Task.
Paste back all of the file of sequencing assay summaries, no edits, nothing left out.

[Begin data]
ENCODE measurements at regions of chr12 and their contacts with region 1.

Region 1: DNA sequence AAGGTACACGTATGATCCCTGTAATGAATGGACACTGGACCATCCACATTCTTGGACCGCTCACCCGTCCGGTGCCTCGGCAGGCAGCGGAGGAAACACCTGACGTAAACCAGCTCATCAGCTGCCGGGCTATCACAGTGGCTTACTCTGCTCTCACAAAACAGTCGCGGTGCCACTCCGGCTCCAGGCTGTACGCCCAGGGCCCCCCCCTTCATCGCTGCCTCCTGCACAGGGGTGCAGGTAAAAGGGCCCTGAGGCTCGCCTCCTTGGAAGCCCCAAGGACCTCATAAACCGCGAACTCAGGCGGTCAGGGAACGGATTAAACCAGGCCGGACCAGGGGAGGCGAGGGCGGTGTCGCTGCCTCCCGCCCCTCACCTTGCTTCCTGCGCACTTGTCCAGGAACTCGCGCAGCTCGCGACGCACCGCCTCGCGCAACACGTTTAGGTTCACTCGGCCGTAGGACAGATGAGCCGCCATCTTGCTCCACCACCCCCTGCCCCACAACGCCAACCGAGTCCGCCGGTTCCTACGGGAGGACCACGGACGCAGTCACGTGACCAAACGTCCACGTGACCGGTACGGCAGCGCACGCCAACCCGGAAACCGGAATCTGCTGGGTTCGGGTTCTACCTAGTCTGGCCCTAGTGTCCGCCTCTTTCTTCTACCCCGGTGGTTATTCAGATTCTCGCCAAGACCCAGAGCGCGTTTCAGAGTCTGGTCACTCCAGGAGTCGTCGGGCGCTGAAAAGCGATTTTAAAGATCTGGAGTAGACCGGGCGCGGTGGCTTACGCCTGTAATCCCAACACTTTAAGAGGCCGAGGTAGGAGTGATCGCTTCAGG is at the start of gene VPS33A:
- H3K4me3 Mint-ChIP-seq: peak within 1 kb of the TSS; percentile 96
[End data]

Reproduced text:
ENCODE measurements at regions of chr12 and their contacts with region 1.

Region 1: DNA sequence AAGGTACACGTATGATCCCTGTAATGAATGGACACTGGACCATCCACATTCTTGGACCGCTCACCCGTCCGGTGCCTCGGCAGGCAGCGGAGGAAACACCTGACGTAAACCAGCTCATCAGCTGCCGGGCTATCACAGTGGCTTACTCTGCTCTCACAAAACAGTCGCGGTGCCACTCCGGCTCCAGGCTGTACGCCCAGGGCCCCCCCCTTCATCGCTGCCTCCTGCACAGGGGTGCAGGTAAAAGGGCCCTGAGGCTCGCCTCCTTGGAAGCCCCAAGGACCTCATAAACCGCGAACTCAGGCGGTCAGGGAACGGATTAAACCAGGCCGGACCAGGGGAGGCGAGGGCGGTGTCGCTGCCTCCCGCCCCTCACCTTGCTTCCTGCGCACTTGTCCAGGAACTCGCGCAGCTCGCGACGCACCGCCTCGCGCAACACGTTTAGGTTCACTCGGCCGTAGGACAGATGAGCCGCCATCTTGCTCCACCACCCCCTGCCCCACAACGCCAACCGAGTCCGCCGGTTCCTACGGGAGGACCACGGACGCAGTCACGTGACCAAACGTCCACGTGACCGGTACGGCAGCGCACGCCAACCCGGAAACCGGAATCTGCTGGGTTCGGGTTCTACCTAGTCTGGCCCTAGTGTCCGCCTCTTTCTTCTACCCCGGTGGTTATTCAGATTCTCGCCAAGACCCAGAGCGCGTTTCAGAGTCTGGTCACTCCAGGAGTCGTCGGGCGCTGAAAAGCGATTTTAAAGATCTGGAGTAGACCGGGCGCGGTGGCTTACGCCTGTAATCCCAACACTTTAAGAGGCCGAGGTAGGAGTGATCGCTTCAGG is at the start of gene VPS33A:
- H3K4me3 Mint-ChIP-seq: peak within 1 kb of the TSS; percentile 96